Mapoon Aboriginal Shire Council holds a piece of tapa (bark cloth) that is believed to date from the 1900s. It was one of several items bought back to Mapoon in 2015 by Mrs Liz Ashton, granddaughter of Mapoon missionary, Reverend Nicholas Hey. Although the exact provenance of the cloth is unknown, it was thought to have been made by South Sea Islanders living in the area, and was a gift to Reverend Hey’s wife, Minnie. The Heys, along with Superintendent Reverend James Gibson Ward and Mrs Matilda Hall Ward, were the founding missionaries of the Batavia River Presbyterian Mission at Mapoon.
The tapa will soon be exhibited at Mapoon’s new Cultural Keeping Place which is part of a new cultural facility scheduled to open later this year.
In April, Queensland Museum’s northern MDOs, Dr Jo Wills and Ewen McPhee, traveled to Mapoon to work with Cultural Heritage Officer, Jason Jia, and provide hands on assistance and advice for collections and displays.
Relaxing the tapa
One of the tasks was to help ‘relax’ the tapa after it had been folded for a number of years. Following advice from QM conservators, a table was lined with paper towels and these were moistened with water. These were then covered with pH neutral blotting paper and the tapa was placed on top. Another layer of dry blotting paper was then placed over the tapa and, finally, another layer of moistened paper towels. This ‘sandwich’ effect allowed the moisture to ‘relax the folds’ without overtly impacting on the item and the dyes.
After a few days, the folds ‘relaxed’ sufficiently for the tapa to be rolled for storage. The cloth was placed between sheets of acid free tissue and then rolled onto a tissue covered tube. It will be transported to Cairns where it will be carefully framed in readiness for the new display. Thanks to QM conservators for their professional advice and interest.
Preparing for displays and collections
The new Keeping Place will house displays, a community database and a secure storage room. An overall layout plan was developed, taking into consideration visitor access, staff operations, cultural requirements and database access. This database allows users to explore the region’s resources, wildlife, flora, culture and language and is an important part of the centres cultural work.
To ensure new displays help visitors understand the history and culture of the region, key themes and events were identified. Banners will explore these themes, and make use of the photographic and archival collections held by the council, Cape York Collection in Weipa and at State Library of Queensland. They will explore culture and country, maritime exploration, the missionary era, the 1963 removals and the return to community. Objects, where available, will accompany these displays.
Contemporary cultural artefacts and stories will also be displayed to acknowledge the ongoing nature of cultural production. This means items such as the delightful ghostnet magpie geese created by local artist and resident, Zoe de Jersey and her husband Stan, can be included and exhibited. Follow this link to find out how they created these scultures from ghostnets collected from the region’s beaches.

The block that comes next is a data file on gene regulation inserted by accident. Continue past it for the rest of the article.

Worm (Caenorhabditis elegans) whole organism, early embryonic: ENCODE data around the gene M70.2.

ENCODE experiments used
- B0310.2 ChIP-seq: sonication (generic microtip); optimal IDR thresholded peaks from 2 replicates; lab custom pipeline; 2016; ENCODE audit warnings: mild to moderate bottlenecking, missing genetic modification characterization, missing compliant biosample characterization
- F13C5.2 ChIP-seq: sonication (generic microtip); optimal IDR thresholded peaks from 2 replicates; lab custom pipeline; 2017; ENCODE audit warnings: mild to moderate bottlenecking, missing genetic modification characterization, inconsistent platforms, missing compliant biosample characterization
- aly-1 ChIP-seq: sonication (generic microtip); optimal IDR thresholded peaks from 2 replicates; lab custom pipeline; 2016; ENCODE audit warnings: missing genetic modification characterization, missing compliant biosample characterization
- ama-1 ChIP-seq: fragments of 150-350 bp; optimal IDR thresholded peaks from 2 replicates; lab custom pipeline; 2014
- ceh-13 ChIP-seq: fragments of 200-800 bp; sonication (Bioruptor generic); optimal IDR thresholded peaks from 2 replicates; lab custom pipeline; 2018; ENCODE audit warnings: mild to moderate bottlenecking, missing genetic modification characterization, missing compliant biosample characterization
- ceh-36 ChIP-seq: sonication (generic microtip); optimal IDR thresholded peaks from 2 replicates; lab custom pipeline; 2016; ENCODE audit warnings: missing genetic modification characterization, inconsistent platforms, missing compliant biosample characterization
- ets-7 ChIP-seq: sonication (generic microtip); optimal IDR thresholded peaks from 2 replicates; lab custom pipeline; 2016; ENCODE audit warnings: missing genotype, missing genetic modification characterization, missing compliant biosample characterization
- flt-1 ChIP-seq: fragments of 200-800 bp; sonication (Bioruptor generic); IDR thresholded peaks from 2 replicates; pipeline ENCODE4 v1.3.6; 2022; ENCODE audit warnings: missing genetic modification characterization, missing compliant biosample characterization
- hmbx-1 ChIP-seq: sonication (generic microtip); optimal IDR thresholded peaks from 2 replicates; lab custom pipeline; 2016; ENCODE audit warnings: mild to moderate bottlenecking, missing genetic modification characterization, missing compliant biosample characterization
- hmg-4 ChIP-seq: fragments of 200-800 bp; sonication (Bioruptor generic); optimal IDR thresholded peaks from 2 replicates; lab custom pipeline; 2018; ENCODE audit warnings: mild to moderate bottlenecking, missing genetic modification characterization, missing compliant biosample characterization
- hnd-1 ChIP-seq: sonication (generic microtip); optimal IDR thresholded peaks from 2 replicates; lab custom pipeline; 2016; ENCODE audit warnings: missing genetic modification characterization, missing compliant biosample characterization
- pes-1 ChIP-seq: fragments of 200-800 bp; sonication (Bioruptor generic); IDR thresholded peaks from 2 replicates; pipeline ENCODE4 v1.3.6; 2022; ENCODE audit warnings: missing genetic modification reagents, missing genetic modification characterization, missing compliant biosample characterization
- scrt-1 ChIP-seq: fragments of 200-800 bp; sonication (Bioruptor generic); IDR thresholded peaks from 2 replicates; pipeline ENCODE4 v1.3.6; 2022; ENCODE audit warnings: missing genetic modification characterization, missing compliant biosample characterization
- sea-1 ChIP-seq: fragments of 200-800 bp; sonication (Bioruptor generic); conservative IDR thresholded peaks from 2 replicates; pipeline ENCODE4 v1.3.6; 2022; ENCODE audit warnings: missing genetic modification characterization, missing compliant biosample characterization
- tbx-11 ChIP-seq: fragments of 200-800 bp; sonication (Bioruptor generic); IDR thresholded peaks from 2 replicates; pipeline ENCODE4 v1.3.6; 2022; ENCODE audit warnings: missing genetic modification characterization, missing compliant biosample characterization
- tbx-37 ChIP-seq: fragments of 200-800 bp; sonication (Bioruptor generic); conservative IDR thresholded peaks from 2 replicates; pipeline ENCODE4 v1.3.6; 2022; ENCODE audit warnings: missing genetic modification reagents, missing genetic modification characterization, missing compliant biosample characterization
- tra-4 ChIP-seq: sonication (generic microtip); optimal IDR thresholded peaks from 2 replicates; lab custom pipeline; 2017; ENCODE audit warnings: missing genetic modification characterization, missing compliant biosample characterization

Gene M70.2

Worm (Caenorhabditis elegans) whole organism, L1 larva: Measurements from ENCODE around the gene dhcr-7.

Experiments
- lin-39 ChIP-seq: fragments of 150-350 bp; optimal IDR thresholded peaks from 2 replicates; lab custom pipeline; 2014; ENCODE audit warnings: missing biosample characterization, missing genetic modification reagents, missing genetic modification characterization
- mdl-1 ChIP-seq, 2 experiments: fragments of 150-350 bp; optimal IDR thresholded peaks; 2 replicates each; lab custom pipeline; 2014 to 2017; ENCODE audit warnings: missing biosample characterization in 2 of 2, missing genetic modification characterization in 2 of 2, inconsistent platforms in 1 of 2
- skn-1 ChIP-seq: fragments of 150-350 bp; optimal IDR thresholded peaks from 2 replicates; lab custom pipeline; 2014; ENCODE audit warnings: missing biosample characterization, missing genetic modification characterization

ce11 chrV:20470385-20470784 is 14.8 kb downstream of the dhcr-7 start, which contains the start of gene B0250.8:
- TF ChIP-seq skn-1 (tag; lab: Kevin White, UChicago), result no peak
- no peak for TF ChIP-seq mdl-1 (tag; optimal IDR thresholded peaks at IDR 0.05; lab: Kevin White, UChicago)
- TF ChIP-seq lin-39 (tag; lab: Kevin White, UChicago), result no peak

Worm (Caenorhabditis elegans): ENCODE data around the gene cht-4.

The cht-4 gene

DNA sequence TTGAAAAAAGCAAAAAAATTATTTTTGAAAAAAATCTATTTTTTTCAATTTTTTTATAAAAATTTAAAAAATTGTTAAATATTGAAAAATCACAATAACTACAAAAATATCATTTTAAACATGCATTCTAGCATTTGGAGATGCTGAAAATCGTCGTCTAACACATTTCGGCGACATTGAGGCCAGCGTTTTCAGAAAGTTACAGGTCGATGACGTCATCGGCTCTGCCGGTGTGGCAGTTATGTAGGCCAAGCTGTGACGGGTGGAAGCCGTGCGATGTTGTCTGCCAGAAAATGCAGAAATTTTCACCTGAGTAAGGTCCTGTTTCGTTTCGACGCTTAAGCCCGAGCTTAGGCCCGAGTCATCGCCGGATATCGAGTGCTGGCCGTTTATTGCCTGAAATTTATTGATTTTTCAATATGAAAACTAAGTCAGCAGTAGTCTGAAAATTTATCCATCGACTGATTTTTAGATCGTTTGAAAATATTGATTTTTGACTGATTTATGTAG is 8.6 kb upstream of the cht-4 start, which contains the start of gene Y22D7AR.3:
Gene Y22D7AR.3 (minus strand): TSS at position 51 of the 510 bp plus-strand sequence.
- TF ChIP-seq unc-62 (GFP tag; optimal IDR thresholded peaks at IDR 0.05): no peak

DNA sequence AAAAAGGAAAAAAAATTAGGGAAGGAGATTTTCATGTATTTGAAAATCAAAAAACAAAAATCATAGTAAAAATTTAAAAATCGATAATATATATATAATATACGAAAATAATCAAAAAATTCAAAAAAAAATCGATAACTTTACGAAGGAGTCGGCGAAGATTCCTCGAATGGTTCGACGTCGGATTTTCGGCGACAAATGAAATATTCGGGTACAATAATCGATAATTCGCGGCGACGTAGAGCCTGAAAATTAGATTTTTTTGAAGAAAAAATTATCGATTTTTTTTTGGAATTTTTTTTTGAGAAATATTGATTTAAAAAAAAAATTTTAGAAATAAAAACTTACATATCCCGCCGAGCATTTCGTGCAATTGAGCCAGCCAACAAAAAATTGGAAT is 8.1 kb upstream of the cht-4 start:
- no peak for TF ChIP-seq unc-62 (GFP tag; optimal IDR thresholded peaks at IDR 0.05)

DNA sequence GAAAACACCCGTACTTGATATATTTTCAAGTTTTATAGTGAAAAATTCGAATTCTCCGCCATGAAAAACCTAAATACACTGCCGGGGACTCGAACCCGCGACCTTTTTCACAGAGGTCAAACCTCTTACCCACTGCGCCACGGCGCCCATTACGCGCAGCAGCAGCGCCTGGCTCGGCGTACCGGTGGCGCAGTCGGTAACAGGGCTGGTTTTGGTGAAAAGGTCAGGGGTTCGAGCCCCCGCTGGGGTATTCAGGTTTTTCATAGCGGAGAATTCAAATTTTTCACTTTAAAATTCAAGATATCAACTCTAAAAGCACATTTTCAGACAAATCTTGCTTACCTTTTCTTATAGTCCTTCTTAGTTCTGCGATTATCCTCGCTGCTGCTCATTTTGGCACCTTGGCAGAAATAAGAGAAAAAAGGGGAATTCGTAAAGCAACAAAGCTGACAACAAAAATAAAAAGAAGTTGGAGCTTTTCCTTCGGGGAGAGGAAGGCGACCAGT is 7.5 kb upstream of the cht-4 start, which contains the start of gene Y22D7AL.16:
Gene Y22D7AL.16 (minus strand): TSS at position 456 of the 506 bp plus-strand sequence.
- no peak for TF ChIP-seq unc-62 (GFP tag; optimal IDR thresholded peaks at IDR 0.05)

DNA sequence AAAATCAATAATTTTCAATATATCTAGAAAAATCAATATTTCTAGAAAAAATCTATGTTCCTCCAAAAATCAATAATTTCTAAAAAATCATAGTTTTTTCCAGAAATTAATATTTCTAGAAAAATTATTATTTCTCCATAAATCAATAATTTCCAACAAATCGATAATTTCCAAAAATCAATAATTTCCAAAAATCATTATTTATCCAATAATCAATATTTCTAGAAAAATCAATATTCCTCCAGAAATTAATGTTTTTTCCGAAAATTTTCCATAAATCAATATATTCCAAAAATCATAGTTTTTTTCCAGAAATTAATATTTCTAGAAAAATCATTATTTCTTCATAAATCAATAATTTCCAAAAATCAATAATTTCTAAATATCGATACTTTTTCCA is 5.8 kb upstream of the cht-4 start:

The keeping place is just one part of Mapoon’s new cultural facility that recognises the importance of culture and identity: it also includes an arts studio, a gallery and coffee shop and an Indigenous Knowledge Centre/ library.
Acknowledgement: The Cape York Collection in Weipa holds a significant collection of Mapoon-related material, including photographs, and missionary diaries and archives. The collection’s honorary curator, Geoff Wharton OAM, has generously shared his knowledge and information with the MDOs and Jason as they work on this project.
Dr Jo Wills and Ewen McPhee recently visited Torres Strait and the Northern Peninsular Area (Cape York) as part of their role as Museum Development Officers. They visited Hammond Island, Green Hill Fort, Gab Titui Cultural Centre, Quetta All Souls Memorial Cathedral, Gateway Museum on Horn Island, and some of the State Library of Queensland’s […]
Could some of the thongs collected during the annual Chili Beach Clean Up be considered significant and included in contemporary collections and stories about tourism, environmental management and community on Eastern Cape York Peninsula? Over 4500 thongs, as well as other marine debris, were collected by Portland Roads residents, Lockhart River residents and environmental volunteers this year in their quest to keep this strip of coastline clean and healthy. The area is renown for its marine eddy’s which bring flotsam and jetsam into shore.
Of course, not all of this maritime material is collectable. But the thongs keep on arriving and have now become synonymous with the yearly event. Strung up in the palms trees that line the beach, they are now representative objects that reflect the activity undertaken by locals to care for sea and country.
One of the “thong” trees on Chili Beach near Lockhart River, Eastern Cape York.